liberal ["liberalis" L - suitable for a freeman, generous; "eleutheros" Gk - free] (adj) generous, open-minded, not subjugated to authoritarian domination; (n) one who believes in liberty, universal suffrage and the free exchange of ideas. elite ["eslire" Fr -- to choose fr.L "eligere" -- choose] (n) the choice part; best of a class; the socially superior part of society.

Wednesday, December 22, 2004

sounds like ...

According to OpEd News, our President has taken to quoting a former German Chancellor:
"Protect the homeland" is the SAME phrase that Hitler used when he proposed the creation of the Gestapo in Nazi Germany. Hitler said, "An evil exists that threatens every man, woman and child of this great nation. We must take steps to ensure our domestic security and protect our homeland."

All American Patriots

This new website looks like a CIA storefront for the Republican Veterans of Desert Storm. Supposedly, they are not officially launched yet, but I would appreciate your checking them out and getting back to me on who they hell you think they are and what the hell you think they're doing on the internet.

Election Reform is launching a Right to Vote Initiative along with a number of other grass roots, non-partisan, public activist organizations. This is clearly the issue of the decade and will be -- as it has been for the last two months -- the main thrust of this writer's screed. The FairVote initiative is originating under the auspices of Right to Vote Initiative, The Center for Voting and Democracy, contact Andrew Kirshenbaum at / (301) 270-4616 /

I first read about the Initiative in an editorial by Steven Hill and Rob Richie at Truth Out. They posted Kerry and Brokaw's comments on the need to fix the election system, and then included detailed versions of the Fair Vote Initiative's points.

I will have much more to say on this point in the days ahead, holidays notwithstanding, but for now a couple of points stand out and require comment.

The Fair Vote Initiative does not mention anything about campaign finance reform. In my view, campaign finance reform is an indispensable ingredient to any formula for fair elections in America. Right now, the people are voting on the corporate candidates, not the peoples' candidates. Congress is supposed to be our lobbying organization, but they have been completely bought off. Without meaningful campaign finance reform -- taking corporate money out of the elections -- we will not be to "pry open our democracy" to more representative candidates.

The other issue is that voting in the United States is a state-level right. Enfranchisement is not guaranteed by the Federal government because originally, the union was formed by compromises that left a lot of questions of sovereignty and liberty to the states. Otherwise, the framers of the Constitution would never have been able to cobble together a deal. Every state had different rules for who gets to vote.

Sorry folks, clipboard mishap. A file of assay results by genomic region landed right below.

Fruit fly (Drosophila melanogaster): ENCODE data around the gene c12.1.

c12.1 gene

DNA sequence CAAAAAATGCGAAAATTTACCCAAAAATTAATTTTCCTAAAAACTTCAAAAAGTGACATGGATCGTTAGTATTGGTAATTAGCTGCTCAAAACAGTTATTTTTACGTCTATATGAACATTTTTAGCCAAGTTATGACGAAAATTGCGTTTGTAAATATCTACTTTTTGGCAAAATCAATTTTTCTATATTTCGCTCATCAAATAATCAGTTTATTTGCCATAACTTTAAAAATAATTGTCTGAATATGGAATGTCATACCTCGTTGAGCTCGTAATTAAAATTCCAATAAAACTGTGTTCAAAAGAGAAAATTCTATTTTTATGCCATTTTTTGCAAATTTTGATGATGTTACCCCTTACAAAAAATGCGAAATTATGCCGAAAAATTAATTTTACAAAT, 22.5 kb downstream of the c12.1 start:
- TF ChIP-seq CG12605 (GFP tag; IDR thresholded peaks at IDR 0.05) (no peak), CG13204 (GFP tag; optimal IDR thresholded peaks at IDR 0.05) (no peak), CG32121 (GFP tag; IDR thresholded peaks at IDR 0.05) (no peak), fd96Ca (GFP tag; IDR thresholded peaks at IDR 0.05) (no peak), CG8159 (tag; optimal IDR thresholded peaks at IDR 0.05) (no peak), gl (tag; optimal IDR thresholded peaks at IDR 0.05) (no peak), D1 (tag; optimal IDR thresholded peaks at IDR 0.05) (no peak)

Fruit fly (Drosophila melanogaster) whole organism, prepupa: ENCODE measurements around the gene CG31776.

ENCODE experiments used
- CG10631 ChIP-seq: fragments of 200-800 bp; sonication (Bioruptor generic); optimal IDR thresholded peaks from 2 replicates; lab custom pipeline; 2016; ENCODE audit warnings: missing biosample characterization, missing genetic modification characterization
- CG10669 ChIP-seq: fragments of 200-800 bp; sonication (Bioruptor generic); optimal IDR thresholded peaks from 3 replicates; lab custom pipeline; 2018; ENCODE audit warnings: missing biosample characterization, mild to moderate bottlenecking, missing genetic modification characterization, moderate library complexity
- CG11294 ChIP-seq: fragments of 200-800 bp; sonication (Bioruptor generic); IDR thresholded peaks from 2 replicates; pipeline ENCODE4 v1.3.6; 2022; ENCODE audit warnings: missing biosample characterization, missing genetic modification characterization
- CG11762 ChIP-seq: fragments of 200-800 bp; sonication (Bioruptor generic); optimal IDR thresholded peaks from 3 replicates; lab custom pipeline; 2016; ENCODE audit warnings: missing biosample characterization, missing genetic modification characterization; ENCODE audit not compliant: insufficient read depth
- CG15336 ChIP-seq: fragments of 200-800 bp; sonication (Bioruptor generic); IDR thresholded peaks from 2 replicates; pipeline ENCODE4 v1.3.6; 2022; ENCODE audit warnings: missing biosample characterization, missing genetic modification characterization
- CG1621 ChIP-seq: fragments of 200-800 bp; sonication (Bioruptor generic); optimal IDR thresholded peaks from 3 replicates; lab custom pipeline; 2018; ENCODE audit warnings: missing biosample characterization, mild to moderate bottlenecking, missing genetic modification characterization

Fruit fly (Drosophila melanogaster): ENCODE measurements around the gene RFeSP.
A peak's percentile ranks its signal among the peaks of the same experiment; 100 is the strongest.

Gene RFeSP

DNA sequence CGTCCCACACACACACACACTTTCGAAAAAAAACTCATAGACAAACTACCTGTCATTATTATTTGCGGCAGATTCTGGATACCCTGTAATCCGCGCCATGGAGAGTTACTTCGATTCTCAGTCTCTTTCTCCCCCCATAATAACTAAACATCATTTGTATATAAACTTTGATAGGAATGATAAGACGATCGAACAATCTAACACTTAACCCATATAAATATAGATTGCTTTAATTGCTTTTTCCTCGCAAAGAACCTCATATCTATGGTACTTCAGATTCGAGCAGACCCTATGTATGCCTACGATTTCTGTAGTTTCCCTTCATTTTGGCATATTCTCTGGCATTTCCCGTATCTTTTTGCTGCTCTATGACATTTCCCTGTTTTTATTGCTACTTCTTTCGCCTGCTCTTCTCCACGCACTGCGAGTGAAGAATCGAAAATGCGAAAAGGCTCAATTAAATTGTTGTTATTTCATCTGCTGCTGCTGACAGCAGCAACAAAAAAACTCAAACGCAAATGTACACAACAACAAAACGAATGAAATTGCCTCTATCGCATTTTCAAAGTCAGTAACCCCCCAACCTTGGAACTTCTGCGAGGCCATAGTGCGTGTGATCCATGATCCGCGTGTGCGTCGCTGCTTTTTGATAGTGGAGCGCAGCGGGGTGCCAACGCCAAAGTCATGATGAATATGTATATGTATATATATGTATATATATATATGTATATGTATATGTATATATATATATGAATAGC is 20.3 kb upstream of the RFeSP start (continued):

Eventually, as states competed for settlers, taxpayers, professionals, farmers, tradesmen, and skilled and unskilled laborers, they began expanding the franchise. First it went to anyone who owned enough property, then people with the correct pedigree who paid enough taxes, then people who fought in the army, then people of color, then women, and then young adults. This movement was seen as a way of insuring involvement of local interest groups in politics, as well as insuring the state credited constituencies for the contributions they made.

To propose a Federal law guaranteeing the right to vote will be such a revolutionary departure from the expansion process that the franchise has thus far undergone that it will be very hard to force it to gain traction in Washington. Indeed, Washington is the last place we can expect any support for such a movement. Washington is the locus of the most concentrated political and economic power in the country. Any dilution of that concentration is going to be rejected by lawmakers. The only way the right to vote has ever expanded in the United States is by local and state governments seizing upon the issue through grass roots activism, and then indirectly forcing other localities and states to do likewise by a form of "confederate pressure."

One of the main obstacles to popular reforms in any area of American society since Vietnam has been the disparate effort of reformers in the teeth of an ever more unified conservative, corporate financed and media controlled public discourse. If we try to change the system from the top down, we may play right into the hands of the Republican/corporate hegemonies. Freedom is messy. Let's keep it that way and start the national movement for fair elections on the state and local level, so we can REALLY bury the powers in Washington beneath an irresistible and surging tidal wave of popular support for democratic reforms.


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